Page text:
Have you ever wondered how to maintain a clutter-free home? If you have an issue with clutter, you may have wondered how to keep it clutter-free after all of your decluttering is done. Let’s dive in and tackle that issue and then learn how to declutter and reclaim your space.
Today, I’ll give you some excellent insight from the book, Lose the Clutter, Lose the Weight, by Peter Walsh. Follow this link to get the audio book for free.
What can we learn from Peter Walsh, an expert organizer? Let’s find out.
“The New Realities That Will Maintain Your Clutter-Free Home
I’ve said many times that successful decluttering and organizing doesn’t start with “the stuff.” It’s not about the stuff. So often we get caught up in the things we own—especially if they’re so overwhelming that they cause heartache and stress—and forget that change comes first in the way we think about what we own. It starts with our mindset and our routines.
So be sure to incorporate these ideas into your daily life to maintain and build upon the successes you’ve already achieved. These methods of maintaining a clutter-free and organized home may actually seem too simple. But I can guarantee that the simpler the maintenance strategy, the greater the impact it will have as you move forward.
How to Maintain a Clutter-free Home
1. Never forget the vision you have for your life, your home, and your personal spaces. I’ve asked you to detail your vision for the space you’re tackling each week. Your vision is the foundation for deciding what objects come into a space, what you put into your body, and how you spend your time. By constantly revisiting the question “What do I want from my life?” or “from my space?” or “from my body?” you will be sure to keep your focus on the things that help you create your best life.
2. “Later” does not exist. Now is the time to do the things you need to do. As I tell people at every opportunity I have, clutter is decisions delayed. The moment you begin to procrastinate—“I’ll put this in its proper place later” or “I’ll throw this away later because I feel too guilty to get rid of it now” or “I’ll make the bed later,” or use any sentence that contains the word “later”—you have begun to lose the battle against your stuff.
Instead, make all your decisions in the present moment. As you’ve learned throughout this book, remaining aware of the present moment—which is the only time that truly exists—dramatically improves your ability to live the life you really want.
This “I’ll get to it later” thinking is very easy to slip into. It’s the path of least resistance. It convinces us that we’re dealing with things, even though we’re not. If the thought occurs to you “that you need to put something in its proper place or throw it away, do it now. “Later” is the best friend of clutter. Don’t make it your friend, too.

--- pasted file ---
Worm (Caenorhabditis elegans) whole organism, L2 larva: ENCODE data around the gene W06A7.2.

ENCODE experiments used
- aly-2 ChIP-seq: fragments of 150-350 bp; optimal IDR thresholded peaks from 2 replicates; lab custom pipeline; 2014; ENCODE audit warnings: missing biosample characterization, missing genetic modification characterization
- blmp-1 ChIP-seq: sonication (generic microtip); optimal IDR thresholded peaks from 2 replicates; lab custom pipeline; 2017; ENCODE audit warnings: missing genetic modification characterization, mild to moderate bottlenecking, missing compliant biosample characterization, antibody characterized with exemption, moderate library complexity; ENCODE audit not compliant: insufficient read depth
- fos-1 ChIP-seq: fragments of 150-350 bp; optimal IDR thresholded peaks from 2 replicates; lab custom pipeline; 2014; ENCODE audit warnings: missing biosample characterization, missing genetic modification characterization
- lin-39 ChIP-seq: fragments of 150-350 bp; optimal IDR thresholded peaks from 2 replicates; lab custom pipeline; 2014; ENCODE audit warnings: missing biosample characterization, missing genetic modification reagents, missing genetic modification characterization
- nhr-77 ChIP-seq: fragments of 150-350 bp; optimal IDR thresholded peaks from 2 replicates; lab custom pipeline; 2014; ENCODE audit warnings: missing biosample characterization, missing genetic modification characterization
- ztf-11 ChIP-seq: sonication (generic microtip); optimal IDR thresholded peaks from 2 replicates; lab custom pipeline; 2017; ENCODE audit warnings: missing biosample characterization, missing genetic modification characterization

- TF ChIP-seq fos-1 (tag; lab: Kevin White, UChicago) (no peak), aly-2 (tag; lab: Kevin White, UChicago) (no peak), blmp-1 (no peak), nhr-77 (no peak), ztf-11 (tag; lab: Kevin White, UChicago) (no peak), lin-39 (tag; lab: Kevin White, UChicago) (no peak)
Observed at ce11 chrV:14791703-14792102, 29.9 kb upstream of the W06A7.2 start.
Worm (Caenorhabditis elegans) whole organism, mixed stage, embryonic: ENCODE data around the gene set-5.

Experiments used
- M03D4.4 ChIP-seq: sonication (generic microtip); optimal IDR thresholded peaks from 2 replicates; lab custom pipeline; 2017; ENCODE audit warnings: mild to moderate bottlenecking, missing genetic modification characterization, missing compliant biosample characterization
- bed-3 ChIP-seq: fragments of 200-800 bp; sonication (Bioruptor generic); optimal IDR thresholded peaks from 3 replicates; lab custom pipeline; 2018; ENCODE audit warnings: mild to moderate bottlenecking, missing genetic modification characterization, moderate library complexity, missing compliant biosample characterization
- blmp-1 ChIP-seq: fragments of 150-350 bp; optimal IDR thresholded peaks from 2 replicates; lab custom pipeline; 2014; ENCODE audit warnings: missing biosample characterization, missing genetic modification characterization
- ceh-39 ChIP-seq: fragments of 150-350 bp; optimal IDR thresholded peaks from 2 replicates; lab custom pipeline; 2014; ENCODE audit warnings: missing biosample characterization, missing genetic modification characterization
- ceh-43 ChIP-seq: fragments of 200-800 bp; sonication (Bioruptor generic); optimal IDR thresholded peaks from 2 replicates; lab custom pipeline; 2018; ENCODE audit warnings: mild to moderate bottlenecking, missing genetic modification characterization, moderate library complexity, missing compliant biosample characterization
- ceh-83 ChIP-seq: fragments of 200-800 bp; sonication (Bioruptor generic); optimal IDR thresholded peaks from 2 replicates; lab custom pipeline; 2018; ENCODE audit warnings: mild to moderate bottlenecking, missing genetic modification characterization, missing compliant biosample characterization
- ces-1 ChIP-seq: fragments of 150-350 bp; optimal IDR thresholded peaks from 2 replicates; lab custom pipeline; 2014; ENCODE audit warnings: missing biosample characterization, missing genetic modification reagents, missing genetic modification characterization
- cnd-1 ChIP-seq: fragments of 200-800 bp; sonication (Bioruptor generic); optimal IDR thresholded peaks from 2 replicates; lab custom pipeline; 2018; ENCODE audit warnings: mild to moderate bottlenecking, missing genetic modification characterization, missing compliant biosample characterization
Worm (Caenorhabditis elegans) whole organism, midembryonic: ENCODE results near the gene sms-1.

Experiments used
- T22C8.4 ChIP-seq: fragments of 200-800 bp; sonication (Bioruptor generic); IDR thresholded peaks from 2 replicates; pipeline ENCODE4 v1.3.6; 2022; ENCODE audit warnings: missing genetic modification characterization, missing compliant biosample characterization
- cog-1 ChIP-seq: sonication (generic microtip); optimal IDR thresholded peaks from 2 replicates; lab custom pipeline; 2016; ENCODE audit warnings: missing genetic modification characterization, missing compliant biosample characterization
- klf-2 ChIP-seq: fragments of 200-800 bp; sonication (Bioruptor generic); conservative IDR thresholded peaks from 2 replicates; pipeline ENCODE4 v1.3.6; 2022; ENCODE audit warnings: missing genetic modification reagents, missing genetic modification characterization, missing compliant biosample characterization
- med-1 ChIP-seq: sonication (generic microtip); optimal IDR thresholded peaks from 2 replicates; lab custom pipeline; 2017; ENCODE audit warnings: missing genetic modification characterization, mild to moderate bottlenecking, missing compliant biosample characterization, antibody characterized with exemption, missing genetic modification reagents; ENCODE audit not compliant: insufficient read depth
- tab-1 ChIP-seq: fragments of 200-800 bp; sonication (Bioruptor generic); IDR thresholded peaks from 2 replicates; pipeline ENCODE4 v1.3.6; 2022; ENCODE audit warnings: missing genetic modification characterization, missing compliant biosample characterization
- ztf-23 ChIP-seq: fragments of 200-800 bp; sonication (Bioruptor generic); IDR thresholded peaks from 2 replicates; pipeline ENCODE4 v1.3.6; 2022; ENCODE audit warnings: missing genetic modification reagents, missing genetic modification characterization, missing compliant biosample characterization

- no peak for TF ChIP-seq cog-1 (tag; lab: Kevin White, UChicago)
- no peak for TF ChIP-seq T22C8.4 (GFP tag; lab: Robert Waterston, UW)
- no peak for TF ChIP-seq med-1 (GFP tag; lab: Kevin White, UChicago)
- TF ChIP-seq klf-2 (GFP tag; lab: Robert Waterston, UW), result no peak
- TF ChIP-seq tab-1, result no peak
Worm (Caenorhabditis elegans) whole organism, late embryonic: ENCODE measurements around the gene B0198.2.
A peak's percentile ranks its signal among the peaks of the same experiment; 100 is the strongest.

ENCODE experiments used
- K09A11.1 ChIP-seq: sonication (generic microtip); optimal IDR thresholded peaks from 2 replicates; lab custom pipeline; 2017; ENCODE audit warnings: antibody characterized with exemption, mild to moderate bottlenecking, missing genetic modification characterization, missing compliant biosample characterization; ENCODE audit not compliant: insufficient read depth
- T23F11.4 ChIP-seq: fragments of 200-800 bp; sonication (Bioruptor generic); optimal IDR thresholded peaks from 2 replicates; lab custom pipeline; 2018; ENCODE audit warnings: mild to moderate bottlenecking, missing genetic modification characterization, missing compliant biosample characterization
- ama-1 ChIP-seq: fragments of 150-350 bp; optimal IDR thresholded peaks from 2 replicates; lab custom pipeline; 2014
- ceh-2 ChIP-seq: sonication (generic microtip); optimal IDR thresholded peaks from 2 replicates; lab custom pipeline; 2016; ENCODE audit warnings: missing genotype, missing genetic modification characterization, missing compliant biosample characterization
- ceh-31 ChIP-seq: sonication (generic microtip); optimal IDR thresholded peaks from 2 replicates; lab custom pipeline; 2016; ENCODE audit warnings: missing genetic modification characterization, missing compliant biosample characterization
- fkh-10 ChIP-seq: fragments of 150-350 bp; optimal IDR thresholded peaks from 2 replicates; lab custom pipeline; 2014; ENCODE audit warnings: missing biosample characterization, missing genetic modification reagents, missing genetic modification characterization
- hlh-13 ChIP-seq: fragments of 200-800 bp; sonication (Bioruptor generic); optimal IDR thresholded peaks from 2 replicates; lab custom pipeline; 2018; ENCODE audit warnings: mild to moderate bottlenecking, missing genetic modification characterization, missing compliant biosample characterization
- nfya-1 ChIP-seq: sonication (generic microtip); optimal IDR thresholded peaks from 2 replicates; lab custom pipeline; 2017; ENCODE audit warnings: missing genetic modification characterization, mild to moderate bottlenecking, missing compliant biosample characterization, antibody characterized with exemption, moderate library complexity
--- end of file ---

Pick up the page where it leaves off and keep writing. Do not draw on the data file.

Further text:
3. Finish what you start. On a similar note, if you realize you need to do a task, carry it out to its end right now. Don’t do part of it and plan to finish the rest later. If you stop too soon, then “resume later, the task will take more time. In the simplest terms, complete the cycle!
Your laundry provides a great example of what I’m talking about. Have you ever done this? You run the washer but don’t get around to drying the laundry. Two days later, you find that the damp load of clothing has turned into a mildewed, smelly mess. You have to waste your time, detergent, and electricity rewashing it before you can dry it.
Or maybe you’ve snacked on a bowl of salsa with chips, then set the bowl in the sink. The salsa remnants form a hard crust overnight, and you have to scrape it out before you put it into the dishwasher. Add up enough of these extra demands, and you’ve lost a substantial chunk of time you could have applied elsewhere. That’s one of the benefits I hope you discovered from the Lose the Clutter, Lose the Weight program.
Yes, living a decluttered lifestyle does take a few extra moments here and several minutes there throughout the day. But often, these moments save you from getting mired in a lengthier hassle later. “No matter the task, complete the cycle. If you start a load of clothes, put them in the dryer when they’re washed. When your clothes are dry, fold them and put them away instead of “allowing wrinkles to set in while they linger in a pile.
When you use a dish, rinse it off and put it in the dishwasher right away. When you empty the container of milk, immediately jot it down on your shopping list. When you finish the toilet paper, replace the roll. When your car is running low on gas, fill it at the next station you see. When you bring the mail into the house, throw out the junk, open everything, and put items that need attention in the tray on your desk.